How can it be that presidential candidates from both political parties will restore the power of the people after they get control of our government? Each side is accusing the other of denying us the right to self-government. Corporate donations, allowing the executive branch to take over the role of the legislature, and delaying our next Supreme Court justice are just some of the offenses being blamed for denying the power of the people that we like to think our representative government is based on.
With left and right so opposed, how can they both want the same thing?
It depends on what they mean by restoring our power.
Candidates want to give us power. Why?
Contenders for the Republican nomination are far apart on the issues but they all want to put decision making back in our hands. How? By persuading us to put power in theirs. After all, a power grab is what the election process is all about. If it’s done in the name of defending the people’s right to decide, so much the better. It certainly sounds better than the truth.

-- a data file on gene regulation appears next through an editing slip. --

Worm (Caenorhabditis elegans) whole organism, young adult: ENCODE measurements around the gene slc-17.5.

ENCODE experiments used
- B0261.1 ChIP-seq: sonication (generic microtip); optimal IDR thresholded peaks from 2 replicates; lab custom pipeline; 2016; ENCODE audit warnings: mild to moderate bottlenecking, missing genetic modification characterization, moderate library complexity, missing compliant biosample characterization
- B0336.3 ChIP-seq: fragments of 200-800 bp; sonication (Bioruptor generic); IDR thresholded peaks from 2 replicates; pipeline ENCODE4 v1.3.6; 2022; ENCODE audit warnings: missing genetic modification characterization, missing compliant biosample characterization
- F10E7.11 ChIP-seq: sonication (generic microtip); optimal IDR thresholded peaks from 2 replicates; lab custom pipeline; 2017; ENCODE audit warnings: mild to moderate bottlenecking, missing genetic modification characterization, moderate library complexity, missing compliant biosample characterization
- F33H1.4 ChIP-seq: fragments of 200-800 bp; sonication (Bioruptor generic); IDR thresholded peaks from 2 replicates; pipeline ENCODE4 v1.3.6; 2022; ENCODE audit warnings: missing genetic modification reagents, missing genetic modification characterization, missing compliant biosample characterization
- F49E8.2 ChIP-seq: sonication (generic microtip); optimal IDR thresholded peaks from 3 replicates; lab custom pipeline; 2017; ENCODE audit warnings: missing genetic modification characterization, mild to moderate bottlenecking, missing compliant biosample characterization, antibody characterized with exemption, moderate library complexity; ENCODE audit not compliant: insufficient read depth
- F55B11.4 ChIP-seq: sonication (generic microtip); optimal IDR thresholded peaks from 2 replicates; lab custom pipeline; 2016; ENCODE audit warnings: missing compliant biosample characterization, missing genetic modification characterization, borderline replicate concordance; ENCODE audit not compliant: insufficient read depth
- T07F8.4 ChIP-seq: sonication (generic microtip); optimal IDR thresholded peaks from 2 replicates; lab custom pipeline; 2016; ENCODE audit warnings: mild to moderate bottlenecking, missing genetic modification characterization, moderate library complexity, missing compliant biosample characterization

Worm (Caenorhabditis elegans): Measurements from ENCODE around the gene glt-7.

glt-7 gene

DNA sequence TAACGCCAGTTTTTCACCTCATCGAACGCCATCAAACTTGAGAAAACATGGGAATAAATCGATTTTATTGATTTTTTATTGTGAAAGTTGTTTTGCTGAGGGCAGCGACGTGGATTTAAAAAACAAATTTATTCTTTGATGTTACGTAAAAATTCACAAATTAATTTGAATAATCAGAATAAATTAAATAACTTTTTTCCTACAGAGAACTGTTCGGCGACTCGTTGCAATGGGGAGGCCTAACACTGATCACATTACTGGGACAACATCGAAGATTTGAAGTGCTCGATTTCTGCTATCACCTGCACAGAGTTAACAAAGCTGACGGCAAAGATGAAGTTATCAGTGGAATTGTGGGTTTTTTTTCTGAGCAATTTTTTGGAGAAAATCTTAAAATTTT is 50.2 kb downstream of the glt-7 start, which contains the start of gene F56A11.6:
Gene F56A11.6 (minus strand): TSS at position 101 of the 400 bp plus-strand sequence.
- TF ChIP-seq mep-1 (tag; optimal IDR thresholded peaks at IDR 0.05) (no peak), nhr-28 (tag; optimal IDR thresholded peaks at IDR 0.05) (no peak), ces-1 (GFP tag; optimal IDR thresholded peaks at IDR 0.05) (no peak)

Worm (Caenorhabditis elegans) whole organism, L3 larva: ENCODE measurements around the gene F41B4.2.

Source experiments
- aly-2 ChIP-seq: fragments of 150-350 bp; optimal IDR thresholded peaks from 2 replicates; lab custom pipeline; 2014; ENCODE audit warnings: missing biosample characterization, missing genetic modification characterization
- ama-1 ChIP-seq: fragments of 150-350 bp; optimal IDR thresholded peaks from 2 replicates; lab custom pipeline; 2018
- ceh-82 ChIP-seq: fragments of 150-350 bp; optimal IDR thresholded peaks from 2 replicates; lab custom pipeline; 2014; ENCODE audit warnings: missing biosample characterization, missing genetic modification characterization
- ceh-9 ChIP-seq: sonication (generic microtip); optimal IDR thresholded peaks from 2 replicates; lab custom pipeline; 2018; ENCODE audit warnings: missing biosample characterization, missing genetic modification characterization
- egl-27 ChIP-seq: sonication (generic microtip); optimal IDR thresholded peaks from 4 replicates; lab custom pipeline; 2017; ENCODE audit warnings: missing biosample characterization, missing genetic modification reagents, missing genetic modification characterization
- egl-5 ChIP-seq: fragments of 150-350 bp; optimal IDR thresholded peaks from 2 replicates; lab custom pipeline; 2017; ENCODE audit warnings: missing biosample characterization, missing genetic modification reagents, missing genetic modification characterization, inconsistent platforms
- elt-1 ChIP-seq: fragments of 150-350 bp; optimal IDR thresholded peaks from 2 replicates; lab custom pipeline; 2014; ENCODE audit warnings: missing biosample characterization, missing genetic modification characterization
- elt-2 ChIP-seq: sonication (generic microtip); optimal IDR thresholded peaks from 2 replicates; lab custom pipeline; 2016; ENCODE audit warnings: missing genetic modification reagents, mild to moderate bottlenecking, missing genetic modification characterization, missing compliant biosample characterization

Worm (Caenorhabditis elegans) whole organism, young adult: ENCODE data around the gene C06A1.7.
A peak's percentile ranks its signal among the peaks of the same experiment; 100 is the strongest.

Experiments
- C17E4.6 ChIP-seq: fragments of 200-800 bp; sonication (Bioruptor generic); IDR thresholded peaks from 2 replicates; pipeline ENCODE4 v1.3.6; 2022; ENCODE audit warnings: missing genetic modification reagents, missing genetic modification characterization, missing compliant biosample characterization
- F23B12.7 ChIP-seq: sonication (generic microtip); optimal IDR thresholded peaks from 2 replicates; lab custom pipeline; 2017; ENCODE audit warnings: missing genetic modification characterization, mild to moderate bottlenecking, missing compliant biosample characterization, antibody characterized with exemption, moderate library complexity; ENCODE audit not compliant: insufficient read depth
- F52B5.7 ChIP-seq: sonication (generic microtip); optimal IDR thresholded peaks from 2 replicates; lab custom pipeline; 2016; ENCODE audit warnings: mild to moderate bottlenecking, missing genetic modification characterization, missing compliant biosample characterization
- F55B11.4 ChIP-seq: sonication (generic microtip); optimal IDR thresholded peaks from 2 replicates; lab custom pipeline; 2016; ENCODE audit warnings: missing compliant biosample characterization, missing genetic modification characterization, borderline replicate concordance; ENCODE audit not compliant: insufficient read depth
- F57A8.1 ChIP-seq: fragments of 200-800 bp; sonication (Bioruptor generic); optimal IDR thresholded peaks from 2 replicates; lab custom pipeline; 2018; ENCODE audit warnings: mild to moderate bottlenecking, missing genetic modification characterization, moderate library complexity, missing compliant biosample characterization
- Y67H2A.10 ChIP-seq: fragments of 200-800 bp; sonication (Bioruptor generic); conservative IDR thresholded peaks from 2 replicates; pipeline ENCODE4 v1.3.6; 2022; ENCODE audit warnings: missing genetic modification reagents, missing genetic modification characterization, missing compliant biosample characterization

Trump talks about winning for the people.1 Cruz calls for limited government but he pushes big government morality. Marco Rubio offers “Policy for You.”2 Their solutions sound suspiciously like top-down government with a conservative twist.
Top-down is what we expect from Democrats. Inexplicably, they also promise bottom-up prosperity. Hillary Clinton wants you to agree that “I’m with her,” 3 a disturbing twist on giving the people a voice.
If you decide to hand your vote to Hillary, shouldn’t she be with you?
Power of the people is democracy by proxy